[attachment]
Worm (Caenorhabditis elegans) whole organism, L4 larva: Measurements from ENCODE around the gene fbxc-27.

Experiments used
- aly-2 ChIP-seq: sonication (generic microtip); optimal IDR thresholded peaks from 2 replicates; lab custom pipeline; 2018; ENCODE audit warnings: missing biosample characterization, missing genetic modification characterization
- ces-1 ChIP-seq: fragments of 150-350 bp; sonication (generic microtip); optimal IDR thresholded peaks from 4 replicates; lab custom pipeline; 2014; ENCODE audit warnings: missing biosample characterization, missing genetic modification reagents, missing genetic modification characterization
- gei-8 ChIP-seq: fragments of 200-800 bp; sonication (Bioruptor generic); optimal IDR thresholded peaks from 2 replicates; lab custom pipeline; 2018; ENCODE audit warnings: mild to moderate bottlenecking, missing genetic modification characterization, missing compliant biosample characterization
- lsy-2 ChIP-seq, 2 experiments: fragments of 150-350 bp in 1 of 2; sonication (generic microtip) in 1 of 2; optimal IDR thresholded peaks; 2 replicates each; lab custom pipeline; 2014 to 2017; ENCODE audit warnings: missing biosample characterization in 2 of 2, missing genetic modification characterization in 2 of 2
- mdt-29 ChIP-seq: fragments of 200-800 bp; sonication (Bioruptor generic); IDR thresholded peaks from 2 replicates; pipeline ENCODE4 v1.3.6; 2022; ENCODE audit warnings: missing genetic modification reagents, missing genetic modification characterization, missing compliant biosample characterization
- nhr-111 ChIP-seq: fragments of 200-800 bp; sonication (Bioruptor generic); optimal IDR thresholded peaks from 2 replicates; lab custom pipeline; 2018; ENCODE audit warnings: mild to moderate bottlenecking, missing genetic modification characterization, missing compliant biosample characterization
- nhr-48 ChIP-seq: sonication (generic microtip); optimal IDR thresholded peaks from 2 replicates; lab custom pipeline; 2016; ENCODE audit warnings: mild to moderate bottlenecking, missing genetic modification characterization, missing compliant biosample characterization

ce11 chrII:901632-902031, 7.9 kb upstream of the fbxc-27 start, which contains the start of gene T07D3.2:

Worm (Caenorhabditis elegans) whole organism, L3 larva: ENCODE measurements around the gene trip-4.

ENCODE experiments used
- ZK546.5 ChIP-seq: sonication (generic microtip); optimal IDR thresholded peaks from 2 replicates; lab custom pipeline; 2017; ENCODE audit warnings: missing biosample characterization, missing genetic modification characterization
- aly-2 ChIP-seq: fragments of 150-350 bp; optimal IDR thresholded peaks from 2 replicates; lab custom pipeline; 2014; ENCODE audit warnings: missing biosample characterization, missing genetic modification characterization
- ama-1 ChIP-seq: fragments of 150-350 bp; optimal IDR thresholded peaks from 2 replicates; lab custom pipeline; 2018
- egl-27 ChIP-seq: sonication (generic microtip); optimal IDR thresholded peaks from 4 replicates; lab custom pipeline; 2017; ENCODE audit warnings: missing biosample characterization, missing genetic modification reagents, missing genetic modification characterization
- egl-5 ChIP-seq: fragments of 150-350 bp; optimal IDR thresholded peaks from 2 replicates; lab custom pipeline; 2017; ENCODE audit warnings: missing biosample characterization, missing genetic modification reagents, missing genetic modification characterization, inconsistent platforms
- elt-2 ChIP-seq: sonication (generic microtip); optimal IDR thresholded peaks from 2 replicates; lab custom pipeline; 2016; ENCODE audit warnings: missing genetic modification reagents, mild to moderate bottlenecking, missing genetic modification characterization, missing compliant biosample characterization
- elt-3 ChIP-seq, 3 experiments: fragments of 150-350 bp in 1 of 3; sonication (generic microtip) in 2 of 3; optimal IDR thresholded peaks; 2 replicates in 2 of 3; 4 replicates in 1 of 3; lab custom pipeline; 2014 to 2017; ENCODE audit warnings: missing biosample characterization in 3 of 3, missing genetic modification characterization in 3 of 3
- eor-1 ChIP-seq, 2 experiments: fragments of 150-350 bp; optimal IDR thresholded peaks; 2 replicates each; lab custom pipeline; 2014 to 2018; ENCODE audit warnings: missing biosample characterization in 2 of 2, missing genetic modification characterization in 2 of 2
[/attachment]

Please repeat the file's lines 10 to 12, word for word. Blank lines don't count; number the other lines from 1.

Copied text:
ce11 chrII:901632-902031, 7.9 kb upstream of the fbxc-27 start, which contains the start of gene T07D3.2:

Worm (Caenorhabditis elegans) whole organism, L3 larva: ENCODE measurements around the gene trip-4.

ENCODE experiments used